• Avoiding products that claim to block radio frequency energy. These products may actually increase your exposure.

When all is said and done, it’s up to each of us to decide how we choose to use our technological devices, just like it’s up to each of us to decide whether or not to smoke cigarettes, or spend hours on end in the summer sun without sunscreen. Personally I’ll choose to listen to the science and words of warning coming out of California, and err on the side of caution.

Top image credit: JKstock / Shutterstock.com

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A Tesla Semi Prototype Spotted in California is Swift, Sleek, and Silent

Swift and Silent

Tesla’s electric semi-truck is not only more environmentally friendly than its competitors, but it is also quieter than the typical diesel-powered truck that barrels down the street. An eight-second YouTube video, first revealed by Inverse, shows a sleek Tesla Semi prototype gliding swiftly and almost silently through an intersection in Sunnyvale, California, near the company’s Palo Alto headquarters. Watch it below.

The prototype features impact-resistant glass, a streamlined cabin design, and the ability to accelerate from zero to 97 km/h (60 mph) in five seconds when not carrying cargo. After pushing back the unveiling date twice due to Tesla’s Model 3 production delays and the company’s humanitarian efforts in Puerto Rico, CEO Elon Musk finally unveiled the much-anticipated Tesla Semi prototype in November 2017.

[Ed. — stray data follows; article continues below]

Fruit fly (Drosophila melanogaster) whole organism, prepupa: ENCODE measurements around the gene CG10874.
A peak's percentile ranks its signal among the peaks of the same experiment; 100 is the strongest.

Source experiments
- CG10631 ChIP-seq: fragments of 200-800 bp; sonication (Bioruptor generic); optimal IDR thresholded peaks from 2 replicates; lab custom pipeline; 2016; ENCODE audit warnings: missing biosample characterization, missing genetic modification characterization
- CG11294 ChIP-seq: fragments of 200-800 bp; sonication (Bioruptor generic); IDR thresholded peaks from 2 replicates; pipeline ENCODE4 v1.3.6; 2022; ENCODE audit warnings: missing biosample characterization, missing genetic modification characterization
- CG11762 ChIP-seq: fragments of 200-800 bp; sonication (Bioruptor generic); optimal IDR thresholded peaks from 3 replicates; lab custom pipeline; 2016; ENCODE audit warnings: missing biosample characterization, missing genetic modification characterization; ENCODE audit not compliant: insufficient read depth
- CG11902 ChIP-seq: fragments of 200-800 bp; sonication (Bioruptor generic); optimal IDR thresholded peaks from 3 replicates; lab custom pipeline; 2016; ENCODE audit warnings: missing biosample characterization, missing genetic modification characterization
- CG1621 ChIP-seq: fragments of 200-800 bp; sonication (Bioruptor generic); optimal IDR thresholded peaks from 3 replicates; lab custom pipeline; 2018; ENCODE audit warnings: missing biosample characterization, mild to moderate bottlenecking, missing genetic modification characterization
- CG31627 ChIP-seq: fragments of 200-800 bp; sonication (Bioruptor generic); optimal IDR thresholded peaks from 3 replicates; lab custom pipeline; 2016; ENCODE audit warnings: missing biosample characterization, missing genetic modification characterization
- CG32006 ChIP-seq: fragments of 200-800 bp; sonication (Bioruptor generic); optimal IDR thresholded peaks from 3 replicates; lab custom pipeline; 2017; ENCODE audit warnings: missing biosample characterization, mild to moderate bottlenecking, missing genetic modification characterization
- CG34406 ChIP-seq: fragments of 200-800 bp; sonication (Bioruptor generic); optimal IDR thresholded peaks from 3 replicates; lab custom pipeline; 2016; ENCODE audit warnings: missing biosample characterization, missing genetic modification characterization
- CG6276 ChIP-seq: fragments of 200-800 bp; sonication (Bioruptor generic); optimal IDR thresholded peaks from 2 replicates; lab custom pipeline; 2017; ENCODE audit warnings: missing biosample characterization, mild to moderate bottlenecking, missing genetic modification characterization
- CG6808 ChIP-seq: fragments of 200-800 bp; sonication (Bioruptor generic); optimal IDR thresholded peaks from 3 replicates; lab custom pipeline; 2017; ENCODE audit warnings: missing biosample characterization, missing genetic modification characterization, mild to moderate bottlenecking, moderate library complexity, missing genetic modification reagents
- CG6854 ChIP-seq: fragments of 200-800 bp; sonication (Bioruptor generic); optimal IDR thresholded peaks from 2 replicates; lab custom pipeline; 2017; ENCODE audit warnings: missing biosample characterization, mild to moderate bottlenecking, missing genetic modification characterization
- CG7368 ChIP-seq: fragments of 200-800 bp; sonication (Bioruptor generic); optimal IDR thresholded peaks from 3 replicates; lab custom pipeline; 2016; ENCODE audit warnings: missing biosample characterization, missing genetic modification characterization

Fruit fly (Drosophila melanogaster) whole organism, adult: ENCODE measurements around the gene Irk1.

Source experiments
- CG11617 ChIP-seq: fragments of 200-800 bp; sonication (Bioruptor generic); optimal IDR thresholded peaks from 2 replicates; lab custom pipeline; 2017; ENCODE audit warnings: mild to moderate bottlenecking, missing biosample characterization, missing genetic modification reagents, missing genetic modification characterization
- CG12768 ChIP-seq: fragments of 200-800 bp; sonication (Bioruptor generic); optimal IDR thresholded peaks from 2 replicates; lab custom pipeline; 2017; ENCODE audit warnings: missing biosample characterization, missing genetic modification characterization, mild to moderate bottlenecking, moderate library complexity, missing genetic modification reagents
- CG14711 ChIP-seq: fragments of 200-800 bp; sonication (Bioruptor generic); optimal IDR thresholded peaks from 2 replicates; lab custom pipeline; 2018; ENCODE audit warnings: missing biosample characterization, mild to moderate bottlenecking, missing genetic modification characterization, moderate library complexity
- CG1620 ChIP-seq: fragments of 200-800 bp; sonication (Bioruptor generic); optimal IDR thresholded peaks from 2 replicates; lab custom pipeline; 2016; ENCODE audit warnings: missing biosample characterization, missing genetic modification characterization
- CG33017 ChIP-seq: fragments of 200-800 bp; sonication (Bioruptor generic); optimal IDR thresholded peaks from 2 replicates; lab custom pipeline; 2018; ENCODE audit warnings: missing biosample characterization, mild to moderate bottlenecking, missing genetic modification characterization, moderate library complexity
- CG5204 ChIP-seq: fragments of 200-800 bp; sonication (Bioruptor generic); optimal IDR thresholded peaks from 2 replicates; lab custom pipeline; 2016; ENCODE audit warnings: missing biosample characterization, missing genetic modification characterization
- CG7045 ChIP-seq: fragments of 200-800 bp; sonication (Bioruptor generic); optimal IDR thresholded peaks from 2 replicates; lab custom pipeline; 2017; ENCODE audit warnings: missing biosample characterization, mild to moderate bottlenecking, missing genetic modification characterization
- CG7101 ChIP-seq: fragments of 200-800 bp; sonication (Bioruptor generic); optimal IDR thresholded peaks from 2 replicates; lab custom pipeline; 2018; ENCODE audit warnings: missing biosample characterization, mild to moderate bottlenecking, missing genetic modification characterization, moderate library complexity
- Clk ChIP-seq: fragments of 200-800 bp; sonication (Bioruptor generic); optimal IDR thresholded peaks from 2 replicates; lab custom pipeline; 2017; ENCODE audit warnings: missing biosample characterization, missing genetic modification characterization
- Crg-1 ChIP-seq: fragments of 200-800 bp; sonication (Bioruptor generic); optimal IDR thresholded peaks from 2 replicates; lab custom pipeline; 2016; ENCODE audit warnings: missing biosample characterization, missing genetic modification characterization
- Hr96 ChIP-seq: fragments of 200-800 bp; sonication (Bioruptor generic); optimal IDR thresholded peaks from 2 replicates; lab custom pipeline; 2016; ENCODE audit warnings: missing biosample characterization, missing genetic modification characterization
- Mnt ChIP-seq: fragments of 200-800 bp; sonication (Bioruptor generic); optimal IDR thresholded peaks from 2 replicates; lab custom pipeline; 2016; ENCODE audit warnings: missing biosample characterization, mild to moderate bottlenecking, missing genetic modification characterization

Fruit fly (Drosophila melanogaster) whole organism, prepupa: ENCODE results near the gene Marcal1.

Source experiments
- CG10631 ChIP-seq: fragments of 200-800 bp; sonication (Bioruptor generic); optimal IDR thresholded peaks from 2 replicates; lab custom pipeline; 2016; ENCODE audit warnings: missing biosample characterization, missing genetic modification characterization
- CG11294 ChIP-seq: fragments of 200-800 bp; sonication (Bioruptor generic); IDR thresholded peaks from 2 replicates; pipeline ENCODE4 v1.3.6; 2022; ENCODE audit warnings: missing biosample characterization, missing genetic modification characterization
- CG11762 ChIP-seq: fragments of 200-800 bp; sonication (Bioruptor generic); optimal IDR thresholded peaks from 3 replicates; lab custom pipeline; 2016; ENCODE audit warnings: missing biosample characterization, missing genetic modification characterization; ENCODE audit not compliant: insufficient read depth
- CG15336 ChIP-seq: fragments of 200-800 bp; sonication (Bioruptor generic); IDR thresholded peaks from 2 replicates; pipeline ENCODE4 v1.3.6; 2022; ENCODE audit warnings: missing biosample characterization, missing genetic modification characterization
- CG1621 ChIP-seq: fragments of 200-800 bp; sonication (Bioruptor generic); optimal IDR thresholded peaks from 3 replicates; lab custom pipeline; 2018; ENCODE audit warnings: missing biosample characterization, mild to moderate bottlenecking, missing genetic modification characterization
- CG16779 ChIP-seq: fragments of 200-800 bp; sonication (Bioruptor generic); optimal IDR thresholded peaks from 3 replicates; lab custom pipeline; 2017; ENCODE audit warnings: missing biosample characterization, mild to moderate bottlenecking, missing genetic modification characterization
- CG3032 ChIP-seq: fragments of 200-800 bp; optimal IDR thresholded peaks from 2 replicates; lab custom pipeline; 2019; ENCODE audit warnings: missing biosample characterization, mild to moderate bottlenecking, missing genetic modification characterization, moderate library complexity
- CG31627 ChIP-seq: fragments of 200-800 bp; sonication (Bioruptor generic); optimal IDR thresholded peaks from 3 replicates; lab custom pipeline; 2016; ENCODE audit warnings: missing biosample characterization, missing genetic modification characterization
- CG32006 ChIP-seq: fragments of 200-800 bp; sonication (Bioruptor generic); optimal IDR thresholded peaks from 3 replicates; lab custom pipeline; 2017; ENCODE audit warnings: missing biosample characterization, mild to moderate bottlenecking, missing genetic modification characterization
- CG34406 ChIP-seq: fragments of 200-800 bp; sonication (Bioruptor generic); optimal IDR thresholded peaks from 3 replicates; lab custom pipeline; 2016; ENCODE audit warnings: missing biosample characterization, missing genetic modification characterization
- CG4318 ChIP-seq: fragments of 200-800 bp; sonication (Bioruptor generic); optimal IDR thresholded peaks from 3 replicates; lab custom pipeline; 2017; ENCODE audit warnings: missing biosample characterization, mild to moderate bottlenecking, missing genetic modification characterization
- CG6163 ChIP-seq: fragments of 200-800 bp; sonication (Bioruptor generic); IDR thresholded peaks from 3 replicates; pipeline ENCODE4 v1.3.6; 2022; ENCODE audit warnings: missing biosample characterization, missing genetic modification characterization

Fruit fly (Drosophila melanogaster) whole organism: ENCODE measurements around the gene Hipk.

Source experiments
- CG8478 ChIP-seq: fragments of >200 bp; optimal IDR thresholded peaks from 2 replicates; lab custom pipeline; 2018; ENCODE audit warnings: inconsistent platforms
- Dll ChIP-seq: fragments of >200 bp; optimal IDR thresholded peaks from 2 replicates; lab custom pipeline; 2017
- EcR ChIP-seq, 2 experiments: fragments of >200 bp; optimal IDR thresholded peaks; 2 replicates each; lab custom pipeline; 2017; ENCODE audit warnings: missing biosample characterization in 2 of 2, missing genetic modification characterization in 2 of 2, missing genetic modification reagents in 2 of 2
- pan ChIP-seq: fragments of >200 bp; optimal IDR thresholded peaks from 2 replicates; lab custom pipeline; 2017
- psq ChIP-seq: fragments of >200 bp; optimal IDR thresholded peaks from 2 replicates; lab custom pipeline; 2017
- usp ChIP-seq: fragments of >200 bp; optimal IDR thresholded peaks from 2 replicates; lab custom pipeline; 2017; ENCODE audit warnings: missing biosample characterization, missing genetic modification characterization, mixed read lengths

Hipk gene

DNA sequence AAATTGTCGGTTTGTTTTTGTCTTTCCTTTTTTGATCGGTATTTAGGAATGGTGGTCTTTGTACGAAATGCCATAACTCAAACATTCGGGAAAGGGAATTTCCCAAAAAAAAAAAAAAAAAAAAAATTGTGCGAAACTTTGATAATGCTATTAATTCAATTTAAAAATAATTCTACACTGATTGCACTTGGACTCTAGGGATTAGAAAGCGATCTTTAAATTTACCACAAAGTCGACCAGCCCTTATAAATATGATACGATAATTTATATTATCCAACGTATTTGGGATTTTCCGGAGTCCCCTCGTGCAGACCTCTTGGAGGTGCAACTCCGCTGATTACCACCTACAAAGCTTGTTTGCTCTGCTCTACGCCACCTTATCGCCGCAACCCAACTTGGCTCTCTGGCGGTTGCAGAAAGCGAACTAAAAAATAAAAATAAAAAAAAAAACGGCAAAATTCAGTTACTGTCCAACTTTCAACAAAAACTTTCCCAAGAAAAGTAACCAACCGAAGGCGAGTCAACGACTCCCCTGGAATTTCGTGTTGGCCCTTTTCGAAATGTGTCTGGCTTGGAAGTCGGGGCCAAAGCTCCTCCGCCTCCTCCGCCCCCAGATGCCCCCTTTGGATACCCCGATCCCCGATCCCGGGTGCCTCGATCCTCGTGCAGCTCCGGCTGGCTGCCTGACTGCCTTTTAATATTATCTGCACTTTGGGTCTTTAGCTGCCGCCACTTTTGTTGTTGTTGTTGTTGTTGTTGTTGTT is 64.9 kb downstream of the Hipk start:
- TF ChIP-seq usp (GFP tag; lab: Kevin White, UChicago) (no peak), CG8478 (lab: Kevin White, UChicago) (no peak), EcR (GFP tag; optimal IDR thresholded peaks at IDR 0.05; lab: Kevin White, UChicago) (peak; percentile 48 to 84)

Revolutionizing Hauling

Though the lowest-priced model costs a cool $ 150,000, the truck is supposed to travel 483 km (300 miles) on a single charge. The more expensive $ 180,000-model can go even farther, with a range of 805 km (500 miles). While those costs were higher than some analysts anticipated, Musk asserted that the electric semi costs less to operate than typical diesel rigs by about $ 0.16 per km ($ 0.25 per mile).

Though the vehicle isn’t scheduled for production until 2019, companies are already buying into Musk’s sales pitch of a cheaper, greener truck en masse. By the end of 2017, 18 companies — including Walmart and Pepsi Co. — had pre-ordered at least one truck. UPS topped the list, reserving 125 vehicles.

Hopefully, Tesla’s production team will be able to keep to Musk’s scheduling promises. But the odds could be slim, given that the company’s Model 3 electric car production fell well short of Musk’s 2017 goals. Delayed production or not, however, this new YouTube footage reveals that the new truck will be making our streets quieter whenever it does finally hit the road.